A word to the wise: If you plan on being any kind of an author, do NOT plan on remaining a recluse!
Seven months ago I decided to do something I had kicked around since creative writing classes in high school, and write a book. Not just any book, either; my first novel! Flush with the possibilities before me, and with creative juices overflowing, I set upon my path to becoming an honest-to-god author. Along the way, as with anything I get myself into, I did mountains of research: how to write, what to write, when to write, where to write, how to edit, what to...you get the idea.
The internet can be a researcher's best friend and worst enemy, and over the past seven months, I have learned more about the craft than I would have thought possible. And the one recurring theme that kept popping up was that you needed to grow and develop your social network, so that you can share ideas, discuss problems, find necessary resources, and generally become part of the writing community.
That could be a problem for me. You see, its not that I'm anti-social (although my kids claim otherwise), its just that I don't usually look to spend the emotional capital required to go out of my way to develop relationships. (What was the definition of anti-social?) I do have friends, and I do social things occasionally; hell, I even have a Facebook page! But I don't spend a lot of time trying to build and expand my social circles.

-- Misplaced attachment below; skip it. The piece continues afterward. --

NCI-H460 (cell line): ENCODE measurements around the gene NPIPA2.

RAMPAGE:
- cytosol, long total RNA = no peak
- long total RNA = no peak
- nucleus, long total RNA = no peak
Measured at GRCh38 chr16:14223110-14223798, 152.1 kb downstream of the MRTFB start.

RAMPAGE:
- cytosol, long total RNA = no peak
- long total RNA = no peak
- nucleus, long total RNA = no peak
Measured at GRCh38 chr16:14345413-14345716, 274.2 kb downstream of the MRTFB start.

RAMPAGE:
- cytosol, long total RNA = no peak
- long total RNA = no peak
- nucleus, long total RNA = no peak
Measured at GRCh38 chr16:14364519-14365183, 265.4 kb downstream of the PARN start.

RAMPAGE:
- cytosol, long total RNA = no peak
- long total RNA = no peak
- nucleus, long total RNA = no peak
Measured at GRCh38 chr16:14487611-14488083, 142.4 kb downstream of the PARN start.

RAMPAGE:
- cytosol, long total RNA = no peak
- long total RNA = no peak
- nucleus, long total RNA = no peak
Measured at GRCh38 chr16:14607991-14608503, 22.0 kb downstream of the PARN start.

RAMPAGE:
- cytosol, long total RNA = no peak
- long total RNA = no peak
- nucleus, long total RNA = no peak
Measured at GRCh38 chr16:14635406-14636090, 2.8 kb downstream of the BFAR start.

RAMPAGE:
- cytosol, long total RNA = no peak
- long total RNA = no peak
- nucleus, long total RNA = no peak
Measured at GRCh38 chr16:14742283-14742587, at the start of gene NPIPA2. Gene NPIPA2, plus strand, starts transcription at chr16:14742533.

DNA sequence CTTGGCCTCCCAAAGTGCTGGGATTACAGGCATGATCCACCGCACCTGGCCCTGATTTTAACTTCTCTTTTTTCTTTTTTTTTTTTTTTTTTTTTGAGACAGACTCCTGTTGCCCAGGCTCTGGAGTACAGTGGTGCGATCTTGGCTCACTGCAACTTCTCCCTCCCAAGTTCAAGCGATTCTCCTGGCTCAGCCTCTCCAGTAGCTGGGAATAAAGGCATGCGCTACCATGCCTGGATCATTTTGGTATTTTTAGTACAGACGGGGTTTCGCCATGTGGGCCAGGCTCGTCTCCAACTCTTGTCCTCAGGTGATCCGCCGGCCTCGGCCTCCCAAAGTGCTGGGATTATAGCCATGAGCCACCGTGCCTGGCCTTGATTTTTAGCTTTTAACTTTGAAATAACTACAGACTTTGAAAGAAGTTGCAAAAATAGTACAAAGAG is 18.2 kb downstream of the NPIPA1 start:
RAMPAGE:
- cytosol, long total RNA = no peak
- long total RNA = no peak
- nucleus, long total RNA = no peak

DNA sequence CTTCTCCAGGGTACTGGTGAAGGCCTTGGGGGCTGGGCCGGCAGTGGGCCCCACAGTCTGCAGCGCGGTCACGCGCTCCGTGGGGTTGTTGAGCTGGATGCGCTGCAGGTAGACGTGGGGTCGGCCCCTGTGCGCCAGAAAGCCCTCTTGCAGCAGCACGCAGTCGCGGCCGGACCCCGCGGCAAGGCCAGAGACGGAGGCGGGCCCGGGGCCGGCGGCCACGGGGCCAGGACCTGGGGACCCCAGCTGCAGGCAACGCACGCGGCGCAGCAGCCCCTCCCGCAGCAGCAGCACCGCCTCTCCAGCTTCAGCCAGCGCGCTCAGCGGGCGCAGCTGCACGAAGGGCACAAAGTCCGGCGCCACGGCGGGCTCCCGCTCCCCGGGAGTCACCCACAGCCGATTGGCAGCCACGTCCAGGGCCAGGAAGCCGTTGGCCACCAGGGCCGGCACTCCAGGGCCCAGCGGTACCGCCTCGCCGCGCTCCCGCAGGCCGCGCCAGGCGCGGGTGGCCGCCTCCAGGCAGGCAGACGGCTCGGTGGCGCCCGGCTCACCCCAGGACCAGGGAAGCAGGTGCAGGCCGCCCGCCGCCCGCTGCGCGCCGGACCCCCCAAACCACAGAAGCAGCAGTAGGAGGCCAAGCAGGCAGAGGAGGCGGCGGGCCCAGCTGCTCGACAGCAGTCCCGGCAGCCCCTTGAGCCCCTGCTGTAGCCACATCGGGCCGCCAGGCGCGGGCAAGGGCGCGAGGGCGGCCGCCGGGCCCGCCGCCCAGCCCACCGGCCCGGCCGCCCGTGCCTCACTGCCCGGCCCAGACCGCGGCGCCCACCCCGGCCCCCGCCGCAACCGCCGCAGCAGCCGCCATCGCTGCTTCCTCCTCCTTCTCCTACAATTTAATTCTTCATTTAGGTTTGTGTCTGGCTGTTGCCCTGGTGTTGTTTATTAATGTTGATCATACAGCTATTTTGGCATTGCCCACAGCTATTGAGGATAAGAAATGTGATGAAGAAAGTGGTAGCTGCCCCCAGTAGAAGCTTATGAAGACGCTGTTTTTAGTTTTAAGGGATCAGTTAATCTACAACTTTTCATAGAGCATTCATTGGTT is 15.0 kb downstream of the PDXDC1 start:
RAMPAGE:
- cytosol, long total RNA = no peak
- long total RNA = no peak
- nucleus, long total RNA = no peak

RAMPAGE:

So when I see so many blogs and articles in writing circles claiming that you need expand your "social media presence" and get as many "followers" as I can, I get somewhat leery.(Doesn't "followers" sound kind of creepy? But I guess "stalkers" would have been worse.)
But apparently its what I have to do if I want people to know about my upcoming book, so here you go, my future (hopefully) readers and -gulp- digital acquaintances. I guess I'm in it for the long haul. I am blogger, hear me roar.